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CHAPTER I THE STRANGE MAN'S ARRIVAL The stranger came early in February, one wintry day, through a biting wind and a driving snow, the last snowfall of the year, over the down, walking from Bramblehurst railway station, and carrying a little black portmanteau in his thickly gloved hand. He was wrapped up from head to foot, and the brim of his soft felt hat hid every inch of his face but the shiny tip of his nose; the snow had piled itself... more...

PREFACE It is with great good will that I write this short preface to the edition of "A Doctor of the Old School" (which has been illustrated by Mr. Gordon after an admirable and understanding fashion) because there are two things that I should like to say to my readers, being also my friends. One, is to answer a question that has been often and fairly asked. Was there ever any doctor so self-forgetful and so utterly Christian as William... more...

THE VANISHING MAN The school of St. Margaret's Hospital was fortunate in its lecturer on Medical Jurisprudence, or Forensic Medicine, as it is sometimes described. At some schools the lecturer on this subject is appointed apparently for the reason that he lacks the qualifications to lecture on any other. But with us it was very different: John Thorndyke was not only an enthusiast, a man of profound learning and great reputation, but he was an... more...

BEHIND THE TIMES. My first interview with Dr. James Winter was under dramatic circumstances. It occurred at two in the morning in the bedroom of an old country house. I kicked him twice on the white waistcoat and knocked off his gold spectacles, while he with the aid of a female accomplice stifled my angry cries in a flannel petticoat and thrust me into a warm bath. I am told that one of my parents, who happened to be present, remarked in a... more...

I THE MAN WITH THE NAILED SHOES There are, I suppose, few places even on the East Coast of England more lonely and remote than the village of Little Sundersley and the country that surrounds it. Far from any railway, and some miles distant from any considerable town, it remains an outpost of civilization, in which primitive manners and customs and old-world tradition linger on into an age that has elsewhere forgotten them. In the summer, it... more...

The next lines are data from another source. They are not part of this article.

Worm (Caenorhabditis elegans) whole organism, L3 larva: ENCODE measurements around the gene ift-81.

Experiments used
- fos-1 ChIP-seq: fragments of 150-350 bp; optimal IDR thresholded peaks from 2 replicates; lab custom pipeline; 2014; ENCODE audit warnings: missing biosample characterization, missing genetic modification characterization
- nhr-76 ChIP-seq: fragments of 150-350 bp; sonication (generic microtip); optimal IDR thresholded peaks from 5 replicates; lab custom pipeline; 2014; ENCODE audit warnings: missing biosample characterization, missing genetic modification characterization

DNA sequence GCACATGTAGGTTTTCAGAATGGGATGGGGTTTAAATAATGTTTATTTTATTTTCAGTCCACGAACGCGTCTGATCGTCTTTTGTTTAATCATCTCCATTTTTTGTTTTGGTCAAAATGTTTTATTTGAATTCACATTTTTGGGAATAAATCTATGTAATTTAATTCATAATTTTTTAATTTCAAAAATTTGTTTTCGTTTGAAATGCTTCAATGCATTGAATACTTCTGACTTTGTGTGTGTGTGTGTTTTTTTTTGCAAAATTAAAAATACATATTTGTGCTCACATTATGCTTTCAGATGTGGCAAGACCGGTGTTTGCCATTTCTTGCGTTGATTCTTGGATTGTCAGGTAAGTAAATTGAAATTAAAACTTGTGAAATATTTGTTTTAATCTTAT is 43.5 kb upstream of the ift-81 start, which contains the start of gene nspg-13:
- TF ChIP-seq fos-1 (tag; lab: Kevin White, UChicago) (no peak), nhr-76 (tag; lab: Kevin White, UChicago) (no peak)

CHAPTER I AN INTELLIGENT PRESCRIPTION The man in the silk-lined, London-made overcoat, holding his hat firmly on his head lest the January wind send its expensive perfection into the gutter, paused to ask his way of the man with no overcoat, his hands shoved into his ragged pockets, his shapeless headgear crowded down over his eyes, red and bleary with the piercing wind. "Burns?" repeated the second man to the question of the first. "Doc... more...

CHAPTER I. IN WHICH HE VOWS A VOW "There comes the Green Imp." "How can you tell?" "Don't you hear? Red's coming in on five cylinders for all he can get out of 'em. Anybody else would stop and fix up. He's in too much of a hurry—as usual." The Green Imp tore past the porch where Burns's neighbours waved arms of greeting which he failed to see, for he did not turn his head. The car went round the curve of the driveway at perilous speed,... more...

WHOLLY GIVEN OVER TO SENTIMENT The Green Imp, long, low and powerful, carrying besides its two passengers a motor trunk, a number of bulky parcels, and a full share of mud, drew to one side of the road. The fifth April shower of the afternoon was on, although it was barely three o'clock. Redfield Pepper Burns, physician and surgeon, descended from the car, a brawny figure in an enveloping gray motoring coat. He wore no hat upon his heavy crop... more...

It is very seldom that mere ordinary people like John and myself secure ancestral halls for the summer. A colonial mansion, a hereditary estate, I would say a haunted house, and reach the height of romantic felicity—but that would be asking too much of fate! Still I will proudly declare that there is something queer about it. Else, why should it be let so cheaply? And why have stood so long untenanted? John laughs at me, of course, but... more...

In a Fog. “Ugh! what a night! And I used to grumble about Hogley Marsh! Why, it’s like living in a drain!” Ramillies Street, W.C., was certainly not attractive at twelve o’clock on that December night, for it had been snowing in the early part of the evening; that snow was suffering from a fall of blacks: and as evil communications corrupt good manners, the evil communication of the London soot was corrupting the good... more...